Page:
Monday, Aug. 23, 2004 | 10:38 a.m.
The board of directors of Riviera Holdings Corp. has rejected a bid from a shareholder to buy the company that owns the 2,100-room Strip property.
In a statement issued this morning, company officials said a bid by D.E. Shaw Laminar Portfolios LLC, New York, did not say how it would address regulatory issues in Missouri, where the Riviera is a bidder to build a hotel-casino in Jefferson County.
"Taking into account all relevant factors, including these regulatory matters and Riviera's objective of achieving regional diversification as one of the means of maximizing shareholder value, the board concluded that the potential transaction was not in the best interests of Riviera and its shareholders at the present time," the statement said.
The company's board of directors met over the weekend. A company executive, citing SEC regulations, said he could not elaborate further on the board's analysis of the offer.
Duane Krohn, treasurer and chief financial officer of Riviera Holdings, said the board would re-evaluate any revised bid Laminar presents. Laminar officials could not be reached for comment today on whether they would modify their offer.
Laminar said in a Securities and Exchange Commission filing Friday that it would pay $12 a share for the company, which also operates a high-profile casino in Black Hawk, Colo.
The stock, traded on the American Stock Exchange, closed Friday afternoon at $12.10 a share, up 20 cents from its Thursday close.
After rising to a price of $12.44 early today, the stock retreated to $12.15 a share at midday.
Laminar already owns 9.7 percent of the company shares, the second-largest holding by any one shareholder behind Riviera Chief Executive William Westerman, who owns about 18 percent.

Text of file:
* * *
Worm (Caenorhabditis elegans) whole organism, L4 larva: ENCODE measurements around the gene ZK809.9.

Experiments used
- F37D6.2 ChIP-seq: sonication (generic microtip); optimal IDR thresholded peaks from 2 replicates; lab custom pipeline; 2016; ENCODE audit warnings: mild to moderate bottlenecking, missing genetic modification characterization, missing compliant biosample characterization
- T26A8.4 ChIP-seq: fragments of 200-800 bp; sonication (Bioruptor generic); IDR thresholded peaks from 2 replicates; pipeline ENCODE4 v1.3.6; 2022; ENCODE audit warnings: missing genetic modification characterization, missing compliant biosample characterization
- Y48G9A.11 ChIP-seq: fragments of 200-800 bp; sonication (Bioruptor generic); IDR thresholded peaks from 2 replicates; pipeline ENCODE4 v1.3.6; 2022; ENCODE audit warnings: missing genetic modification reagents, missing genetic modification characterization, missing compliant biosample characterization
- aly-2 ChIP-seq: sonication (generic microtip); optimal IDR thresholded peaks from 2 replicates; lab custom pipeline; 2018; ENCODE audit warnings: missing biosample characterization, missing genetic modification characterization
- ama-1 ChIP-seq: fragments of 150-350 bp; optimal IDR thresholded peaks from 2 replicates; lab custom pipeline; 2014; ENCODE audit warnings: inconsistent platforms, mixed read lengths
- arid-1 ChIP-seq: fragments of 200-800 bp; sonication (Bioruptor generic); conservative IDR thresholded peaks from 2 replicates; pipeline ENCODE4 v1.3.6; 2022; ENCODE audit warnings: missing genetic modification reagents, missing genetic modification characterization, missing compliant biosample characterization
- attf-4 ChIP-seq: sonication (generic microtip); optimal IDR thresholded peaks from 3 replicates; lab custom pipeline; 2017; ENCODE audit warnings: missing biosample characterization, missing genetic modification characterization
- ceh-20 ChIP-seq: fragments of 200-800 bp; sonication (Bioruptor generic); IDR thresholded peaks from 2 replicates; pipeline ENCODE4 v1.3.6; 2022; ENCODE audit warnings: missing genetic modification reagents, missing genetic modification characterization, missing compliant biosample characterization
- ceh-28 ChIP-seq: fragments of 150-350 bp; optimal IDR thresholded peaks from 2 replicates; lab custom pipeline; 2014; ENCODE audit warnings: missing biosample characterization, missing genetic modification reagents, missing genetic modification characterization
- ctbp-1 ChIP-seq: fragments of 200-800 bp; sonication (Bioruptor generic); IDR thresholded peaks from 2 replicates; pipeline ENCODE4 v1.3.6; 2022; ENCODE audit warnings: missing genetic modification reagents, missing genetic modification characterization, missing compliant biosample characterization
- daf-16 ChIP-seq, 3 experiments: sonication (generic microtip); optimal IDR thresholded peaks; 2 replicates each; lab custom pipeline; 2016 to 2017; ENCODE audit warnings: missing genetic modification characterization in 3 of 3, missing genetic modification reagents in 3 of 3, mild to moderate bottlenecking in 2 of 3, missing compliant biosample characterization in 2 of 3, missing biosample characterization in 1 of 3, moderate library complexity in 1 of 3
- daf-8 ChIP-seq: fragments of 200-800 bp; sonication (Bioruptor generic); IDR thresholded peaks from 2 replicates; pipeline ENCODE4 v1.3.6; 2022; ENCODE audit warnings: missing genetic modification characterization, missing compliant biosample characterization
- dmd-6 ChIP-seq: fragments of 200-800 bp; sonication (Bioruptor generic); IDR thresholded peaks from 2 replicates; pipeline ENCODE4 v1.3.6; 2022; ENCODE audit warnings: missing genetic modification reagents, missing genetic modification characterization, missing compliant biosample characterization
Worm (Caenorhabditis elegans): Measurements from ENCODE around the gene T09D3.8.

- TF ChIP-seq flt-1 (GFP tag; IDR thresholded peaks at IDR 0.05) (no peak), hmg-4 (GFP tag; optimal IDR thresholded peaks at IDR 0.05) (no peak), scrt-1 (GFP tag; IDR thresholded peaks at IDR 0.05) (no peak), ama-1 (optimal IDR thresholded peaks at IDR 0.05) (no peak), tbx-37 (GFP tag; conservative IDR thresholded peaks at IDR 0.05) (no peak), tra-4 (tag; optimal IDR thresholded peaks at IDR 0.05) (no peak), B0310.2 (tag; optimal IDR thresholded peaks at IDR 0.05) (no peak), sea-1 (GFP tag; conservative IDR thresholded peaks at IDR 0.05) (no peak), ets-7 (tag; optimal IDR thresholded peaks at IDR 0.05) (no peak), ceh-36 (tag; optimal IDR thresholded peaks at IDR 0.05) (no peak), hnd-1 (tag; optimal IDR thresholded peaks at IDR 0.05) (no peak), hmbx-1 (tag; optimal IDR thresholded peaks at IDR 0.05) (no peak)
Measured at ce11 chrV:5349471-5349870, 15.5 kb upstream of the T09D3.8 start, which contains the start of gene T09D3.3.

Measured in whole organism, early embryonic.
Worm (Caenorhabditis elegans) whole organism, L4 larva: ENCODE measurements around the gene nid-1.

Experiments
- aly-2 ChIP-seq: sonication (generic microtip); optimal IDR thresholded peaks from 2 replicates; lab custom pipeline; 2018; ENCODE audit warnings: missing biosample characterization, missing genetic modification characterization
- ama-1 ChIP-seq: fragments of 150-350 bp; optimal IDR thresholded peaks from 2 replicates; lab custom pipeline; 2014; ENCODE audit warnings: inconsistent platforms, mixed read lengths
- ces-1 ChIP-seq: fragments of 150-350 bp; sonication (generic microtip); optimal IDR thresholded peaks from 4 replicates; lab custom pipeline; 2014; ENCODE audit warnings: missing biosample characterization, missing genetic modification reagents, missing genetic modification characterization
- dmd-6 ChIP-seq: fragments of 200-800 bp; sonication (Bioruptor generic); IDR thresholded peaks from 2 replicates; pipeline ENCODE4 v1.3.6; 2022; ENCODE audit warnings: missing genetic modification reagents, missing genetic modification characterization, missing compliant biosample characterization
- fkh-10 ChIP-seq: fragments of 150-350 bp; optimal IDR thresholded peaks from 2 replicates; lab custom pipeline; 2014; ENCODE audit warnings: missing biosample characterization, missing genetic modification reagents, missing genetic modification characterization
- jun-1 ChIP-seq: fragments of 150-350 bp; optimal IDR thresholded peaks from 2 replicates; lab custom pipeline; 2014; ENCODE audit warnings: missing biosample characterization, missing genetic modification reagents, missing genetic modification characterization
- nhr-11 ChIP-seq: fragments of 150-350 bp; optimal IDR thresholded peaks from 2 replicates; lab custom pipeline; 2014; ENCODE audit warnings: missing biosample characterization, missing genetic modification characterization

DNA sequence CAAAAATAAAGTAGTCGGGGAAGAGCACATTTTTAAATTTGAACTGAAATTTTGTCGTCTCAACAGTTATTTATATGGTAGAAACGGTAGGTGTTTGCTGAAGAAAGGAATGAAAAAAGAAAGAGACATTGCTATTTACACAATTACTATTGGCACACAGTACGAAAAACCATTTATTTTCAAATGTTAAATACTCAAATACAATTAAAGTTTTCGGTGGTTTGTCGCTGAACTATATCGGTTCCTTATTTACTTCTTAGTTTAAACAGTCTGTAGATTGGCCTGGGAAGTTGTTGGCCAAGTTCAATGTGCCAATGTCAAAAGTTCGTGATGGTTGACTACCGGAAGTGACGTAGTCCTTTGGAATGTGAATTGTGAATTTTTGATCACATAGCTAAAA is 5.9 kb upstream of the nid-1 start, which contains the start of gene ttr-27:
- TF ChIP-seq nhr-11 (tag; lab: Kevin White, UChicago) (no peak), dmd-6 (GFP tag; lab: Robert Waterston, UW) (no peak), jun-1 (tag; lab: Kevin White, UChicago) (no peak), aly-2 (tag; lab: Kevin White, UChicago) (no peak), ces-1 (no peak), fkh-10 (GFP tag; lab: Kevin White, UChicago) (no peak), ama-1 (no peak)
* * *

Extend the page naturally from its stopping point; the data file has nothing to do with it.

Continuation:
Laminar acquired 350,000 of the 3.5 million outstanding shares in April. The New York investment company was in the spotlight in December when it emerged as the buyer of FAO Inc., the parent company of the F.A.O. Schwarz toy store in Manhattan and its sister store in the Forum Shops at Caesars, for $20 million.
The company is the third to come forward publicly with a bid to acquire Riviera Holdings in recent months.
Donald Trump was a Riviera shareholder and increased his stake in the company to 10 percent last year, but he later said his interest was only in getting a gaming license in Nevada. Ultimately, he sold his shares and nurtured a partnership with New Frontier owner Phil Ruffin, announcing in July plans to build a high-rise hotel and condominium project on New Frontier hotel-casino land near the Fashion Show mall.
Italian investor Fabrizio Boccardi, who was backed by a French casino operator, also made a play for the Riviera last year with an unsolicited bid. In its SEC filing, Laminar said it had broken off strategic talks with Boccardi relating to the Riviera.
But Westerman said in a recent interview with In Business Las Vegas, a sister publication to the Sun, that about a dozen potential buyers have "kicked the tires" at the Riviera. He said that he and the company's board of directors have been content to evaluate offers that come in, but that they are in no hurry to sell the resort, which will be 50 years old next year.
The Riviera Las Vegas capitalizes on the convention industry with its proximity to the Las Vegas Convention Center and Sands Expo Center and by hosting small groups at its 160,000-square-foot meeting center. The hotel-casino played host to 298 conventions in 2003 and currently has more than 622,000 convention-related advanced bookings through 2007, according to an SEC filing.
The Riviera Las Vegas, which has five towers with about 2,100 rooms, including 169 suites, has reported an occupancy rate ranging from 95.2 percent to 98.2 percent between 1994 and 2000. Even during the post-9/11 downturn, the Riviera had a 91.5 percent occupancy rate in 2001 and an 89.6 percent rate in 2002. Last year, occupancy was at 92.2 percent, compared with the city's average of 86 percent reported by the Las Vegas Convention and Visitors Authority.
The Riviera Black Hawk, which opened in February 2000, is one of the first casinos encountered by travelers arriving on the main highway to Black Hawk from Denver, 45 miles away.
With 974 slot machines and nine blackjack tables, the casino is considered the fourth largest in the low-stakes market by number of gaming devices. In Colorado, each slot machine and each table game is considered one gaming device.